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NCBE Approves Task Force’s Recommendations, Major Changes to be Introduced to the Bar Exam
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The National Conference of Bar Examiners (NCBE) has approved the NCBE Testing Task Force’s recommendations for the changes to be made to the Bar Exam. These recommendations were announced by the Task Force earlier this month and are based on a three-year empirical study conducted by the task force in three phases. The NCBE anticipates that the implementation of the new generation bar exam will take four to five years. While the NCBE has released some details about the changes that will be made to the existing pattern of the exam, many of these details are unclear and it seems like the niceties will be developed, tested, and adopted by the NCBE over time.

Here are some of the major changes that have been approved by the NCBE based on the Task Force’s report:

Delivery Mode of the New Bar Exam

The exam will be computed-based and will be conducted either at test-centers managed by vendors or on examinees’ laptops at jurisdiction-managed sites.

Structure and Format of the New Bar Exam

The exam will be based on an integrated format with a mix of item types and formats to test candidates’ knowledge and skills holistically. The integrated format will use stand-alone questions and item sets. A combination of item formats including short-answer, selected-response, and extended constructed-response items will also be used. The integrated format intends to test the candidates on real-world types of legal problems that newly licensed lawyers may encounter in their practice.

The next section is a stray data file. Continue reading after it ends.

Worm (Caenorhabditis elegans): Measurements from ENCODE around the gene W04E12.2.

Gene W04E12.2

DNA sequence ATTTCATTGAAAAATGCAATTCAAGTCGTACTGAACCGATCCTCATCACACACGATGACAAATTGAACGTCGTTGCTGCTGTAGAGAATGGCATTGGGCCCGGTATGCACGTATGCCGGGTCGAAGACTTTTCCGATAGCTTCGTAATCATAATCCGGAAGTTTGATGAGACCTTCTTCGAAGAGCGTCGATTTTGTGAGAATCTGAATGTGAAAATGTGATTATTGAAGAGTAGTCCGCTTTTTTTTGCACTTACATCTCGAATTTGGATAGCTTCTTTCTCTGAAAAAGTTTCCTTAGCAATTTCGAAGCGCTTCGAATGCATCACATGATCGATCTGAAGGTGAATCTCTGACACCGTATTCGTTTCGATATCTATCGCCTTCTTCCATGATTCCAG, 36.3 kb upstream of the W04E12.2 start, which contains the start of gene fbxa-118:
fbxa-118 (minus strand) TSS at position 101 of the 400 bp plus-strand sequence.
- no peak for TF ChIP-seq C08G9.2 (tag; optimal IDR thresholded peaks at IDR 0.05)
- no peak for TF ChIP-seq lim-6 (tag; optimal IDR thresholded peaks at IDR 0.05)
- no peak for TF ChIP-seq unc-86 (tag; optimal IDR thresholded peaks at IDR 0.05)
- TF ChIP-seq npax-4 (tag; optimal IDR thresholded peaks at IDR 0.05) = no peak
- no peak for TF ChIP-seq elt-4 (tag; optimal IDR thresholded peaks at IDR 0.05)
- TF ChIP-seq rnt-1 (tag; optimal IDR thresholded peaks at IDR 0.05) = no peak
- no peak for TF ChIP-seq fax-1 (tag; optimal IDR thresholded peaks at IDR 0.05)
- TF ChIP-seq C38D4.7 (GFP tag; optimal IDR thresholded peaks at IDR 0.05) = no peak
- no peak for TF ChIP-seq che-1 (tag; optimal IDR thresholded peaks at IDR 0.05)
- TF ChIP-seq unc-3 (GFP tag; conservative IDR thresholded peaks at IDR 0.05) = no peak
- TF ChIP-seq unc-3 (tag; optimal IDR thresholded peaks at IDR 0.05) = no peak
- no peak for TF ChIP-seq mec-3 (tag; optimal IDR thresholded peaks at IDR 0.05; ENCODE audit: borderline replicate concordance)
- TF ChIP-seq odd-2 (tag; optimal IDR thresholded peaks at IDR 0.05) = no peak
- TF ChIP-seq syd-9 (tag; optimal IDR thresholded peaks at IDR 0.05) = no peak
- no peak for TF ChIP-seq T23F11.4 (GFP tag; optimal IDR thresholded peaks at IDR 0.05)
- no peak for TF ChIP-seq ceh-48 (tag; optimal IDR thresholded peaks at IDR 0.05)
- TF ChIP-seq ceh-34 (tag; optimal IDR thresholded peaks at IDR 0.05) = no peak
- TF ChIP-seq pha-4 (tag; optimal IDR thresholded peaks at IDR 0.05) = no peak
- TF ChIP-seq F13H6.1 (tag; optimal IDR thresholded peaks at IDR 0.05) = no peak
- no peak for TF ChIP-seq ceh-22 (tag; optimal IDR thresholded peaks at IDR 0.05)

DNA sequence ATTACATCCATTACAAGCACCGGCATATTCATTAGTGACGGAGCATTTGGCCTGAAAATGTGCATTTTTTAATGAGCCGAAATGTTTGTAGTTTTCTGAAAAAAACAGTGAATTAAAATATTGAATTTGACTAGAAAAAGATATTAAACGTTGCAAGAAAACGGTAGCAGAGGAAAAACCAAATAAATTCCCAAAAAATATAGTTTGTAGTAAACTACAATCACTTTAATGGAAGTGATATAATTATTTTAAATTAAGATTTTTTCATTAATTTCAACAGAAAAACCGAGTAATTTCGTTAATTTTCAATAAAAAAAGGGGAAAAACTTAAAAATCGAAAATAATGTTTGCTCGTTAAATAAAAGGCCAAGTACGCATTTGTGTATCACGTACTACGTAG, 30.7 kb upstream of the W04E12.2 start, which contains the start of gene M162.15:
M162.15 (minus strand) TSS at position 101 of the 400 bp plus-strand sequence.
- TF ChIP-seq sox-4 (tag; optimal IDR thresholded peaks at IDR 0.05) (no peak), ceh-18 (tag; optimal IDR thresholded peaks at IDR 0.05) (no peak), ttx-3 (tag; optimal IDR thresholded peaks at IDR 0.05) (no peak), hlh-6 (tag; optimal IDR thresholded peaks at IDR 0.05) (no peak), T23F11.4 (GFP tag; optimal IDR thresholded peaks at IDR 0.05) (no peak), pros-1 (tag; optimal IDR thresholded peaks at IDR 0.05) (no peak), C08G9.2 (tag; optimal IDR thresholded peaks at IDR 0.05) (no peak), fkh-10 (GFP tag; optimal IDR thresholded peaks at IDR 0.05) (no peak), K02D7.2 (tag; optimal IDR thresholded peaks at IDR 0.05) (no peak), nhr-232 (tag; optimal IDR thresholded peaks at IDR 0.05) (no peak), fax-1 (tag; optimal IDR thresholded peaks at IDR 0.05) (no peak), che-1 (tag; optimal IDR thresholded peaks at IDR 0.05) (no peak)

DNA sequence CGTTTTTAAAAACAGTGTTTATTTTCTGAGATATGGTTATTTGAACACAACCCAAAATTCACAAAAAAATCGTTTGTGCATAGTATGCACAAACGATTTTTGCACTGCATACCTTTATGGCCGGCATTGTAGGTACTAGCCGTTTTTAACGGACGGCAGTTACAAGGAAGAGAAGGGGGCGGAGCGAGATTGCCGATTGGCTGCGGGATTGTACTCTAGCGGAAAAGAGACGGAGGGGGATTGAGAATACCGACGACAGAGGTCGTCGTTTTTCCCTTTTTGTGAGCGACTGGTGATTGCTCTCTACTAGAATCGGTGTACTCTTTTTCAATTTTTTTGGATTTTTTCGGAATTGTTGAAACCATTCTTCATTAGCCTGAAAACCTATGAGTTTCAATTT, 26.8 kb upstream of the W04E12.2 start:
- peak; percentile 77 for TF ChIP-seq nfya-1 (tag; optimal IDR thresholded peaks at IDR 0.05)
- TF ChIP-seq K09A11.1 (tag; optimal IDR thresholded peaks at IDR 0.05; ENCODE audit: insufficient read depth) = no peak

What
Where


Scoring the New Bar Exam Results

A compensatory scoring model will be adopted to produce a single combined score for admission decisions. This model will reflect the candidates’ overall proficiency and will allow areas of strength to compensate for the candidates’ areas of weakness. Multiple-choice items and other item types that can be assessed through a machine-based system will be scored by the NCBE, and constructed-response questions will be graded by the respective jurisdictions.

Frequency of the New Bar Exam

The new bar exam will be offered twice a year.

Content of the New Bar Exam

Foundational concepts and principles and foundational skills will be tested in the new bar exam. These will include:

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Foundational concepts and principles:

  • Civil Procedure (including constitutional protections and proceedings before administrative agencies.
  • Contract Law (including Art. 2 of the UCC)
  • Evidence
  • Torts
  • Business Associations (including Agency)
  • Constitutional Law (excluding principles covered under Civil Procedure and Criminal Law)
  • Criminal Law and Constitutional Protections Impacting Criminal Proceedings (excluding coverage of criminal procedure beyond constitutional protections)
  • Real Property

Foundational skills

  • Legal Research
  • Legal Writing
  • Issue Spotting and Analysis
  • Investigation and Evaluation
  • Client Counseling and Advising
  • Negotiation and Dispute Resolution
  • Client Relationship and Management

Timing of the New Bar Exam

The exam will be a single-event, summative exam. It will be conducted at or near the point of licensure. The NCBE has specified that jurisdictions could still permit candidates to appear in their final semester of law school, as is presently the norm. Further, the length of the exam may be reduced, if the necessary reliability and validity of scores can be maintained.

Next Steps in the Implementation Process

During the next four to five years, the NCBE anticipates undertaking the following steps towards the implementation of the new bar examination:



  • Developing content specifications identifying the scope of coverage;
  • Drafting new types of questions for integrated testing of knowledge and skills;